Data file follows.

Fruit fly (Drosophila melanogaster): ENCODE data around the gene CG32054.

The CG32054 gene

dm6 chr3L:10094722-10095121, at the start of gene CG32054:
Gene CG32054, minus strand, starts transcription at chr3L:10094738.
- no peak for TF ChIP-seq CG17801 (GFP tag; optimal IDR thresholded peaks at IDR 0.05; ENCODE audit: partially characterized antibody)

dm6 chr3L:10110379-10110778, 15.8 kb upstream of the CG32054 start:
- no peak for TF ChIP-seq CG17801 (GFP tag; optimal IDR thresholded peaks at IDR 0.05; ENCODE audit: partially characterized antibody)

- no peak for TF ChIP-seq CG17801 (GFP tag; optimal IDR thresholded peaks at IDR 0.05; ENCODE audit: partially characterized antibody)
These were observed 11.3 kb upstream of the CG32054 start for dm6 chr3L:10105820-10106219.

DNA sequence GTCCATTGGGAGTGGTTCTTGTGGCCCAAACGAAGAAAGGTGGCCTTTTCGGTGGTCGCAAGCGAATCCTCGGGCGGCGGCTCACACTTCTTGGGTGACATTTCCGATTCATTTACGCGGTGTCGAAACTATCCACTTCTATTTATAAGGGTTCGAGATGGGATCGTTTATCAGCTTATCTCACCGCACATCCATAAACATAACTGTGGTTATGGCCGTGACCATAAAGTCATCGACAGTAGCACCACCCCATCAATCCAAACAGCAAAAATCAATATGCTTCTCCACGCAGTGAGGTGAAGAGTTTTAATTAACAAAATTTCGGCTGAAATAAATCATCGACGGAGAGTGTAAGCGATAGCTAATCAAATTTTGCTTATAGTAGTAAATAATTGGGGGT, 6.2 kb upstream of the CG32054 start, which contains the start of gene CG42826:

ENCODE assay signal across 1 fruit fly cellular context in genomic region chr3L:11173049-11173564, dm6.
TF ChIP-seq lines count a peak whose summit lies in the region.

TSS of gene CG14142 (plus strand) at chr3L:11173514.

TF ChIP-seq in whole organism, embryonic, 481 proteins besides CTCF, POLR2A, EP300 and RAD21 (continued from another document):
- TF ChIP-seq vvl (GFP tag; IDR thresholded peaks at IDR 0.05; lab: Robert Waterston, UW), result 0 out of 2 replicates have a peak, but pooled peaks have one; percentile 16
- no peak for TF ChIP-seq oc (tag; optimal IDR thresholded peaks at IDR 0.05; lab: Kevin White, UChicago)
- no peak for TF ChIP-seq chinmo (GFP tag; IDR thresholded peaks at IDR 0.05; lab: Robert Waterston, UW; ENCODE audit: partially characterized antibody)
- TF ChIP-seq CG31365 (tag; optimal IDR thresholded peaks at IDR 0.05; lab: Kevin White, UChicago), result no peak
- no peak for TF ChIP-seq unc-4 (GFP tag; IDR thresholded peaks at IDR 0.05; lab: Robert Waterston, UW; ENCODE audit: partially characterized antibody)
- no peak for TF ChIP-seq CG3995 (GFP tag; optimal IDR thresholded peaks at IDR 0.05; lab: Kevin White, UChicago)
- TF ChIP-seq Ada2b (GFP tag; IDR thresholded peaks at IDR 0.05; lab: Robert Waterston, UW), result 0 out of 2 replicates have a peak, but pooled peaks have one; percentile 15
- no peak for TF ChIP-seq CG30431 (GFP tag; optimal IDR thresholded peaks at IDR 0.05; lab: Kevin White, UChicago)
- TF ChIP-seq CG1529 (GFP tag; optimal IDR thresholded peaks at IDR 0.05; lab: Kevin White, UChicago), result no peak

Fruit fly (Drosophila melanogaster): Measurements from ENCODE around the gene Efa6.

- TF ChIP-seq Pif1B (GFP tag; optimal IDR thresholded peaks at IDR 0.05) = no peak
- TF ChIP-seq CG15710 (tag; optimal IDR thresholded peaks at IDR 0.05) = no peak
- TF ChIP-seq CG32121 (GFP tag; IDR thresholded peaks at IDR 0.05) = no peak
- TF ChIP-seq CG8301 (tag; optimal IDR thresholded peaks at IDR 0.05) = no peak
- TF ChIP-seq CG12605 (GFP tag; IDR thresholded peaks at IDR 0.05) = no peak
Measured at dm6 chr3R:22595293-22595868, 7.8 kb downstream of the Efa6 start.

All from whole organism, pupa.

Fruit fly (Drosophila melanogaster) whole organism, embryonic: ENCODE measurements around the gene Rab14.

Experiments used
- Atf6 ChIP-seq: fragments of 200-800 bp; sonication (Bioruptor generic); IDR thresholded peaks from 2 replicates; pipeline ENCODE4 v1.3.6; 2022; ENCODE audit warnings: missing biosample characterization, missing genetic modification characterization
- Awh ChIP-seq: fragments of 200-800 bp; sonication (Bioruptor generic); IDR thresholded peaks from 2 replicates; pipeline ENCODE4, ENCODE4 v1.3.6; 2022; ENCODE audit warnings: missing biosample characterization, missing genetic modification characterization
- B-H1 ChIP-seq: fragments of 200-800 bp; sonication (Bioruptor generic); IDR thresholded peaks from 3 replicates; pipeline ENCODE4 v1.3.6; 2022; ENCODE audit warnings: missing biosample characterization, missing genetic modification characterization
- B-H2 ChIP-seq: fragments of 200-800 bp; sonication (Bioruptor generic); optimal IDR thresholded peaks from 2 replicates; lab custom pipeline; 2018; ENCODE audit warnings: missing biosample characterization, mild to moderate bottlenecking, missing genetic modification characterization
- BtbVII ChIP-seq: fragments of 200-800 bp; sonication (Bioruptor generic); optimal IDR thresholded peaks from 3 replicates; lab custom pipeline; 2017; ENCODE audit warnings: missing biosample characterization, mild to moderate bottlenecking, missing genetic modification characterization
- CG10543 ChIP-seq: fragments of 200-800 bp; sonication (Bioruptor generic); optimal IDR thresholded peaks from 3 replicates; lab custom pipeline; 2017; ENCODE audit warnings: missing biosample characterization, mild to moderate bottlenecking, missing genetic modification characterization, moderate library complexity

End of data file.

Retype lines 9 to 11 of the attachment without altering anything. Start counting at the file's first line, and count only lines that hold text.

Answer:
These were observed 11.3 kb upstream of the CG32054 start for dm6 chr3L:10105820-10106219.

DNA sequence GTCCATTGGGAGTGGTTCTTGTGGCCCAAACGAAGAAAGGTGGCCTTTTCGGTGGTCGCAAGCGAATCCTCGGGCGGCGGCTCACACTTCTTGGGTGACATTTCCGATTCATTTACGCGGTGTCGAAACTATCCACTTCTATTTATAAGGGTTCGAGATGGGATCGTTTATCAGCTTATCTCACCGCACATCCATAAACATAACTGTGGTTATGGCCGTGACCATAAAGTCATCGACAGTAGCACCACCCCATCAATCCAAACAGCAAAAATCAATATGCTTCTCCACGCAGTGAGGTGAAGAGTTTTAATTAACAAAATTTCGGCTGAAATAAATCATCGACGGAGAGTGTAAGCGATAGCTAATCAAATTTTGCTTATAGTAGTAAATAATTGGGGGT, 6.2 kb upstream of the CG32054 start, which contains the start of gene CG42826:

ENCODE assay signal across 1 fruit fly cellular context in genomic region chr3L:11173049-11173564, dm6.